In the aftermath of recurrent disasters and in anticipation of more extreme futures, there is growing discussion of what it means to move “out of harm’s way” – out of built-up floodplains, away from eroding coasts, to escape enduring droughts or find relief from deadly heat waves. This panel conversation will shift the focus from where is at risk to explore questions of when and the temporal dimensions of migration in the context of climate change. In theory, the uncertainty that inheres in determinations of when a place has become unsafe creates at least some room for agency on the part of those making relocation decisions. In practice, however, who holds the power to say when? What lends urgency to some decisions to move or calls to unbuild entire communities, while others are repeatedly deferred? Migration and retreat are often viewed as strategies of last resort to adapt to climate change, but what does this way of seeing movement accomplish? Whose interests does it serve to protect and whose does it render invisible? The panel will generate a discussion of the interplay of structural forces and individual and collective agency as related to migration and climate change, touching on topics such as the process of making migration decisions, experiences of waiting to move or anticipating return, and perceptions of risk in the face of slow-onset environmental change versus rapid-onset disaster. Participants include Chantel Comardelle (Isle de Jean Charles Biloxi-Chitimacha-Choctaw tribe), Nathan Jessee (Temple University), Brianna Castro (Harvard University), Kanako Iuchi (Tohoku University), and Heather Randall (SESYNC).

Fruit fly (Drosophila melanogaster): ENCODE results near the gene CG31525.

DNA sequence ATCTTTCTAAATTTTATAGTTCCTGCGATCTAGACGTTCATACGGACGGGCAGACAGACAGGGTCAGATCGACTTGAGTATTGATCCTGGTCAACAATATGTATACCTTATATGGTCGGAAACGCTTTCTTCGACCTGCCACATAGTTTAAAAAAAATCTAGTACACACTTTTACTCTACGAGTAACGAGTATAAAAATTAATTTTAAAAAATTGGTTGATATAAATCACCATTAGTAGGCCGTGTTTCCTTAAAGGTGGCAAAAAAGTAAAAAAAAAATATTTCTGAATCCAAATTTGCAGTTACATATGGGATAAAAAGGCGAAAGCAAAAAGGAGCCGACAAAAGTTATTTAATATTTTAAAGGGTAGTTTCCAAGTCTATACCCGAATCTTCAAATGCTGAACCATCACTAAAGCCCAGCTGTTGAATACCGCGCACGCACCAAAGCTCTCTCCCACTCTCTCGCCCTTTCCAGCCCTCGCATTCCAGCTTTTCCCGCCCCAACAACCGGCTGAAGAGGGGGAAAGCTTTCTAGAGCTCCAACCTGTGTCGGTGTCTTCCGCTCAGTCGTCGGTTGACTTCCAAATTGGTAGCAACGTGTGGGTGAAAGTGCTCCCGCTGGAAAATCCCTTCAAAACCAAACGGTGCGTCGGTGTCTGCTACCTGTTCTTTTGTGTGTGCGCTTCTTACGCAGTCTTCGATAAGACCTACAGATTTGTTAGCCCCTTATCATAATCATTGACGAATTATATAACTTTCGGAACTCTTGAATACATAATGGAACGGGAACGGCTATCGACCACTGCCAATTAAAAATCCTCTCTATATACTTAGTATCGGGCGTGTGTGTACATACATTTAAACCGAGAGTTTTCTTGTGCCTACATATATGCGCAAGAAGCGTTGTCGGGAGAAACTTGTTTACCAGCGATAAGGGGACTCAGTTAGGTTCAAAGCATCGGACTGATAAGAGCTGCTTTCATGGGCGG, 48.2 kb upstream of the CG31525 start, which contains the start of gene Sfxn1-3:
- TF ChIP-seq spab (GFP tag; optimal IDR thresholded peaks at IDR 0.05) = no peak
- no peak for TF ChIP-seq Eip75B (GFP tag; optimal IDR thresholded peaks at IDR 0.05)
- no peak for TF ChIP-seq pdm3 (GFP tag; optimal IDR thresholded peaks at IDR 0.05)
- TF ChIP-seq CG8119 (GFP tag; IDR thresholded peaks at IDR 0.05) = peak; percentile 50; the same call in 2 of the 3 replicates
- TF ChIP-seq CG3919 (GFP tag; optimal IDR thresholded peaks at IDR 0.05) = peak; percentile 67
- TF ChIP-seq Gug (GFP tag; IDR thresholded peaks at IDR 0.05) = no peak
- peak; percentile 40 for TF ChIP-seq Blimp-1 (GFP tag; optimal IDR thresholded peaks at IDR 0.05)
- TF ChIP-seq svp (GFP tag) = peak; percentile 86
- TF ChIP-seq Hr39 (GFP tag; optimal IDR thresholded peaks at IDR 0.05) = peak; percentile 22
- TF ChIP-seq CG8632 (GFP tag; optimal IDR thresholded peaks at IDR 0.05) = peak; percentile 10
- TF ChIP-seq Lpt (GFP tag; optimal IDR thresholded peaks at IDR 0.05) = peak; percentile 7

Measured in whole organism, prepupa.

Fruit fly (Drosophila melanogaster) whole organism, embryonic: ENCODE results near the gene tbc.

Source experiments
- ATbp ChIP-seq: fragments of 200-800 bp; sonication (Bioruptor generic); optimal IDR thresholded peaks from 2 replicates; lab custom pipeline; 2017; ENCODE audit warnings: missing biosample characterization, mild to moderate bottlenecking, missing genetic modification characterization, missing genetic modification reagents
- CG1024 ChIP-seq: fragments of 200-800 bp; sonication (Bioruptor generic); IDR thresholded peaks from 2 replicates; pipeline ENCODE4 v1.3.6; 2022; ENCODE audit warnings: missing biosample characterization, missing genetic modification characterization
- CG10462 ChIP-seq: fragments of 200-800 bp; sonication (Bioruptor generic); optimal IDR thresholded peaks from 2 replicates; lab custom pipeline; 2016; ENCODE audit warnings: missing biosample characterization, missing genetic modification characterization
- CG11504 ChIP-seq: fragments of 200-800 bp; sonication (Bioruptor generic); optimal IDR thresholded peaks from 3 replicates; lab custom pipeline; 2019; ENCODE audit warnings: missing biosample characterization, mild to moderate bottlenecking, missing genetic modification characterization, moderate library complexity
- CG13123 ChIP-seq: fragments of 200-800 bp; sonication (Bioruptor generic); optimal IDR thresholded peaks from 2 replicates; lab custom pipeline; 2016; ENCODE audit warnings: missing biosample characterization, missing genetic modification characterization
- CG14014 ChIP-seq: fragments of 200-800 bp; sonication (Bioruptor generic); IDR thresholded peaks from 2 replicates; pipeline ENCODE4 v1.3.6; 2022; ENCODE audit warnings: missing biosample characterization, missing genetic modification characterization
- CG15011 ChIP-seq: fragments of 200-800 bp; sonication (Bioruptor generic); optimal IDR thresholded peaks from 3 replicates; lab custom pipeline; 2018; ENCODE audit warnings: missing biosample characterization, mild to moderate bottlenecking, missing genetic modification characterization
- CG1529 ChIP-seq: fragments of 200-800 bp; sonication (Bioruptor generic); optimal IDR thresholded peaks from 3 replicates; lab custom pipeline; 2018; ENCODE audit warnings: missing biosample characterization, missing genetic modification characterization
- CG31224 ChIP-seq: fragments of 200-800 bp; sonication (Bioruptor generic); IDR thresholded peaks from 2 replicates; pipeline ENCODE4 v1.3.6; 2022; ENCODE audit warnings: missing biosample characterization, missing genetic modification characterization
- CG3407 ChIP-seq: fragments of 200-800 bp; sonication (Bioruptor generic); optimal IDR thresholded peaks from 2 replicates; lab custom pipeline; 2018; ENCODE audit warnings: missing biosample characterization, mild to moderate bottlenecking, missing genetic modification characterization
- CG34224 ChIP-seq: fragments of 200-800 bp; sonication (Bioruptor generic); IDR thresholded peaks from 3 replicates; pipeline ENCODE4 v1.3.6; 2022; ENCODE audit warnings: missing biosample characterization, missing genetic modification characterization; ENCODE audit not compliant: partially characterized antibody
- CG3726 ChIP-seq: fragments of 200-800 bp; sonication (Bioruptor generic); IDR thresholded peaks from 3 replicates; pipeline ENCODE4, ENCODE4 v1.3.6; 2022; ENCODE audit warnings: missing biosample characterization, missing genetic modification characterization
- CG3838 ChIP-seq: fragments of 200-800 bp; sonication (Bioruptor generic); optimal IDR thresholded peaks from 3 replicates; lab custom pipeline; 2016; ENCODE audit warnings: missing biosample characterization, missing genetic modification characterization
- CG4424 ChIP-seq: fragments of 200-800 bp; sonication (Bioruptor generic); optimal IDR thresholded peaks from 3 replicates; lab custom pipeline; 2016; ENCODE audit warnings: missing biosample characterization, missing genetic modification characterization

|Panelist||Brianna Castro Harvard University||15|
|Panelist||Heather Randell National Socio-Environmental Synthesis Center (SESYNC)||15|
|Panelist||Kanako Iuchi Tohoku University||15|
|Introduction||Liz Koslov New York University||10|
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